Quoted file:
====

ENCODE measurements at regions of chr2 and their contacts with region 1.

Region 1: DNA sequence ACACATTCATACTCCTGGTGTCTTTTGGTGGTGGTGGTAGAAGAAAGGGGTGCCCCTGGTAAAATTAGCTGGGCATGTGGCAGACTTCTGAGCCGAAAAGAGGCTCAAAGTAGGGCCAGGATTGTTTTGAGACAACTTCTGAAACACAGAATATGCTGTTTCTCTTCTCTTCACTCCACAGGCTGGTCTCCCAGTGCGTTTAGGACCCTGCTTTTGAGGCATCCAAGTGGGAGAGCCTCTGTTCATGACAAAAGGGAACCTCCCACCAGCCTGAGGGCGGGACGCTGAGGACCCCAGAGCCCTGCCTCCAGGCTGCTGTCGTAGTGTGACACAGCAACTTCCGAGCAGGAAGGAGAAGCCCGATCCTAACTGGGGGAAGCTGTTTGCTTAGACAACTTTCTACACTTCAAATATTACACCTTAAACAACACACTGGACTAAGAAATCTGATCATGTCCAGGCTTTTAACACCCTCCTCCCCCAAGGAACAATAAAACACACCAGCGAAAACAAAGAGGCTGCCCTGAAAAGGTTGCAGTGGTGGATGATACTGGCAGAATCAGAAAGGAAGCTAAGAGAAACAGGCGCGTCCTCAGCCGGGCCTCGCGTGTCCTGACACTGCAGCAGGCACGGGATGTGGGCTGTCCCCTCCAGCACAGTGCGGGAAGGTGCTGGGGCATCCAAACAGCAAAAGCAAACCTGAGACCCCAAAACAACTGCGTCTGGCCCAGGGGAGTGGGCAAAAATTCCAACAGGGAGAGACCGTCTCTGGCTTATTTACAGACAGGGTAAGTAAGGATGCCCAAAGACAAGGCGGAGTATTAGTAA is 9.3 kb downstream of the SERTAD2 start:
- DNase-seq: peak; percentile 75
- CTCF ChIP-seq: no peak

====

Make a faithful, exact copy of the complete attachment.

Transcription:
ENCODE measurements at regions of chr2 and their contacts with region 1.

Region 1: DNA sequence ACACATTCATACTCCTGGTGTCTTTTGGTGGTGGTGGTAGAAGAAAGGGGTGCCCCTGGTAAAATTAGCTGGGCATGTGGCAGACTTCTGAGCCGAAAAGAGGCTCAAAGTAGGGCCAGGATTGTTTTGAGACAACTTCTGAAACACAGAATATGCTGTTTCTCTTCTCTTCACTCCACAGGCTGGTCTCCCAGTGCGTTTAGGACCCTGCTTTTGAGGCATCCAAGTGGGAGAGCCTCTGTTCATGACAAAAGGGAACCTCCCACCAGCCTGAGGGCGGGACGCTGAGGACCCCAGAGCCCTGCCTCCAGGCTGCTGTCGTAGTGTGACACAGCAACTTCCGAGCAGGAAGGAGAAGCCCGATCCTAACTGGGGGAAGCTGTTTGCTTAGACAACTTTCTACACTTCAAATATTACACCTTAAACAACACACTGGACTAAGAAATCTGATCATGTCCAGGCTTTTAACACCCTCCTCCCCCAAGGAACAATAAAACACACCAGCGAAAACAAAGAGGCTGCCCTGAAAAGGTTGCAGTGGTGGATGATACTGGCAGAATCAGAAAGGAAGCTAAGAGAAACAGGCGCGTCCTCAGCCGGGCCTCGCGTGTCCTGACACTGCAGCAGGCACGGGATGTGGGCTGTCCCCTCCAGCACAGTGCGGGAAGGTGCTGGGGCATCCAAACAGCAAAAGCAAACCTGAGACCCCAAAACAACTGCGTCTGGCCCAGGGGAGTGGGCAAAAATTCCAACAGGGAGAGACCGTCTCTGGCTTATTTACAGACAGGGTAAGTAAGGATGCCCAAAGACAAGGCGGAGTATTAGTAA is 9.3 kb downstream of the SERTAD2 start:
- DNase-seq: peak; percentile 75
- CTCF ChIP-seq: no peak